People often seem to get very defensive when it comes to talking about God because they seem to think He is always pointing a finger at them, pointing out their failures, their misdemeanors, their mistakes and so on, but that is far from the truth. Jesus pointed this out to his Jewish audience, basically saying, “I don’t need to do that, you condemn yourselves.” There are a number of things in life that reveal to us the sort of people we are.

First of all, there is that thing we call ‘conscience’, that inner voice that nudges and prods and points out to us when we are getting it wrong. You’ve only got to be an astute people watcher to realise that many people struggle with guilt and seek to use a variety of mechanisms to cover it up. Oh, yes, they don’t need telling.

Many years ago I had an elderly friend who was arguing against the Gospel and this went on for several months until he eventually argued himself into a corner and he gave himself to Christ. Later on he complained to me, “You never told me I should stop smoking in all of our discussions!” I laughed and replied, “Of course not, it was obvious you knew you wanted to give up, you knew it was bad for you; you didn’t need me to tell you.” (A quick lesson: so often you don’t need to try to condemn your non-Christian friends, they are doing a good job of it already; they need telling how to get out of failure.)

Second, there is the way that others respond to us. Consider the miserable, grumpy old lady who complains that no one cares about her and she has no friends. One day she might wake up to the fact that she feels alone because her complaints and grumpiness drive people away!

Then, of course for us who are Christians, we have the indwelling Holy Spirit who convicts us when we have spoken out of turn and unkindly or done something we should not have done.

For the Jews, in Jesus’ day’ and even today, they had the books of Moses, containing the Law. As the apostle Paul said to the Jewish contingent in Rome, Now you, if you call yourself a Jew; if you rely on the law and boast in God; if you know his will …You who boast in the law, do you dishonor God by breaking the law?” (Rom 2:17,18,23)

Put aside any references in the Pentateuch to a coming prophet of the stature of Moses, the Law was there to act as a school-teacher (Gal 3:24 as one version puts it), to point out the life that God wants us to live and so, consequently it also reveals our sinfulness, our failures. As Jesus said to those leaders accusing a woman of adultery, “Let any one of you who is without sin be the first to throw a stone at her.” (Jn 8:7) No one picked up a stone and instead they all just quietly slipped away.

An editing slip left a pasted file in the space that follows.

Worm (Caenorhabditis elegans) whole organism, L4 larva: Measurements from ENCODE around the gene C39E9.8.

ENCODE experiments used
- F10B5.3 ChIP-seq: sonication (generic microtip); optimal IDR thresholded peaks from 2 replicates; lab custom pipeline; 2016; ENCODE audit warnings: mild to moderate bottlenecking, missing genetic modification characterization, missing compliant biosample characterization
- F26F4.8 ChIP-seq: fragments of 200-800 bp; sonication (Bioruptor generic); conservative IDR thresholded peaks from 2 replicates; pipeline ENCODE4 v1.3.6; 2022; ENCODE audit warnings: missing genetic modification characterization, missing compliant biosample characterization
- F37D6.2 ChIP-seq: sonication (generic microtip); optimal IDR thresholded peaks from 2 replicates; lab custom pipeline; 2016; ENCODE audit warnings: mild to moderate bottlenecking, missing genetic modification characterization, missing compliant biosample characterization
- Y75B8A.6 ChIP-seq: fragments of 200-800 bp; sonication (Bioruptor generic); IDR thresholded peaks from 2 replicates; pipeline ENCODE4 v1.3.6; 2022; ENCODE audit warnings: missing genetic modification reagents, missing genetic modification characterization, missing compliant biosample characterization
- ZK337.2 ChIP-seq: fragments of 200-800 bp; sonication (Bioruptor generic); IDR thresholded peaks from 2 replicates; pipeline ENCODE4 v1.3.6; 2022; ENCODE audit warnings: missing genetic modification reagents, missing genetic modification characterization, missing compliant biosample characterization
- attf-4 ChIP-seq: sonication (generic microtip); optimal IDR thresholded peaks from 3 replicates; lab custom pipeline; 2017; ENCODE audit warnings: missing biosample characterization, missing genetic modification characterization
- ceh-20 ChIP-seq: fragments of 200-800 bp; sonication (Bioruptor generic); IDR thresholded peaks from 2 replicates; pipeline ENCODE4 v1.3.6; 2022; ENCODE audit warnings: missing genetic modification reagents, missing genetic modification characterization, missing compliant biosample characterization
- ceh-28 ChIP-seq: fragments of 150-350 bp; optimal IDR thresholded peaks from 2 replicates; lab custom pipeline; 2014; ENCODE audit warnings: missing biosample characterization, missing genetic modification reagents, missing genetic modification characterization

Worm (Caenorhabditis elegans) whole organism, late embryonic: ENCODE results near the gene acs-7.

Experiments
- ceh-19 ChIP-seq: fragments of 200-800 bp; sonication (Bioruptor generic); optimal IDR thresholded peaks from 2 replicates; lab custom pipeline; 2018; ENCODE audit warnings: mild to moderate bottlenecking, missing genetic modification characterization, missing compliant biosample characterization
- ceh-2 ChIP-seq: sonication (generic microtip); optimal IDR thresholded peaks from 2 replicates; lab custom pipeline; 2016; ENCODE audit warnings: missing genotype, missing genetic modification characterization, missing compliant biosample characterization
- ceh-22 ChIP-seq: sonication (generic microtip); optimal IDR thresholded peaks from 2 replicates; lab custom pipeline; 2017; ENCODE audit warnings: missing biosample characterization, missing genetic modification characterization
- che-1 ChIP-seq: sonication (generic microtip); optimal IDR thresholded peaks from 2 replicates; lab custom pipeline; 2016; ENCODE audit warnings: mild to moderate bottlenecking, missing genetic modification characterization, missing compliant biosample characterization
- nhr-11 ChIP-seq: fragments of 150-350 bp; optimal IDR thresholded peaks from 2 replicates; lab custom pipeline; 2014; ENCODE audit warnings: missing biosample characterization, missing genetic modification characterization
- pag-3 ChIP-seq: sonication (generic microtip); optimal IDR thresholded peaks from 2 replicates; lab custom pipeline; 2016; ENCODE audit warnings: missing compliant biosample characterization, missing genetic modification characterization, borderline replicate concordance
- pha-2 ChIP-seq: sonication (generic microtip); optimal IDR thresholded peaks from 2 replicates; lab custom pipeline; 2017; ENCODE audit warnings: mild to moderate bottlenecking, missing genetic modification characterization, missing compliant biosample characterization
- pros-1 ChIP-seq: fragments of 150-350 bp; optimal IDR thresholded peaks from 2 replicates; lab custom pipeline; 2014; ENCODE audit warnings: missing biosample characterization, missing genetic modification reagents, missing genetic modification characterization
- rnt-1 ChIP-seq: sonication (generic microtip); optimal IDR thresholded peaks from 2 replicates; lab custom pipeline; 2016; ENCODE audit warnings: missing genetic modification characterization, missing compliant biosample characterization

11. “It will be all right” Expectations

Expectations & Hopes Meditations: 11. “It will be all right” Expectations 

Ex 32:1 When the people saw that Moses was so long in coming down from the mountain, they gathered around Aaron and said, “Come, make us gods who will go before us. As for this fellow Moses who brought us up out of Egypt, we don’t know what has happened to him.”

Trouble at Sinai: The story of Israel and the Golden Calf at Mount Sinai is one I would much rather avoid for it is horrifying on so many levels, but it is the natural follow-on to the thoughts we had about Pharaoh and how the godless human race behaves. Let’s cover the details quickly:

  • Moses goes up the mountain to receive more law from God and stays there forty days (Ex 24:18).
  • Some of the people down below give up waiting for Moses and demand that Aaron make ‘gods’ for them to follow (our verse above)
  • So Aaron made a golden calf (Ex 32:2-6a) and they offered sacrifices before it.
  • Then they held a celebration party (32:6b)
  • Moses comes down, sees the revelry and calls on the Levites to execute all the revellers. Three thousand died. (Ex 32:19-28)

Why so Bizarre:  There is a lot more to the story but those are the basics. Left to themselves for forty days without leadership, and Israel turn to idolatry. Now what is so incredible about all this is that Israel had seen the Lord at work:

  • Through the ten plagues in Egypt (Ex 5-12)
  • Killing Pharaoh and his army (Ex 14)
  • Providing miraculously for them on the way to Sinai (Ex 16,17)
  • With sights and sounds at Sinai (Ex 19,20)
  • With the revelation of Himself to their leaders who saw Him (Ex 24:9-11)

Why? Why? Why?  So how could it possibly be that within a very short while, some of the people (the fact that only 3000 were killed out of a population of possibly nearly 2 million suggests it was only a relatively small number of the whole who did this) seem to forget all they have seen, and they turn to idolatry like other peoples (and they had covenanted to go with God Ex 24:7) and act so badly? For an answer we have to answer, as we did in the previous study, the deceitful human heart.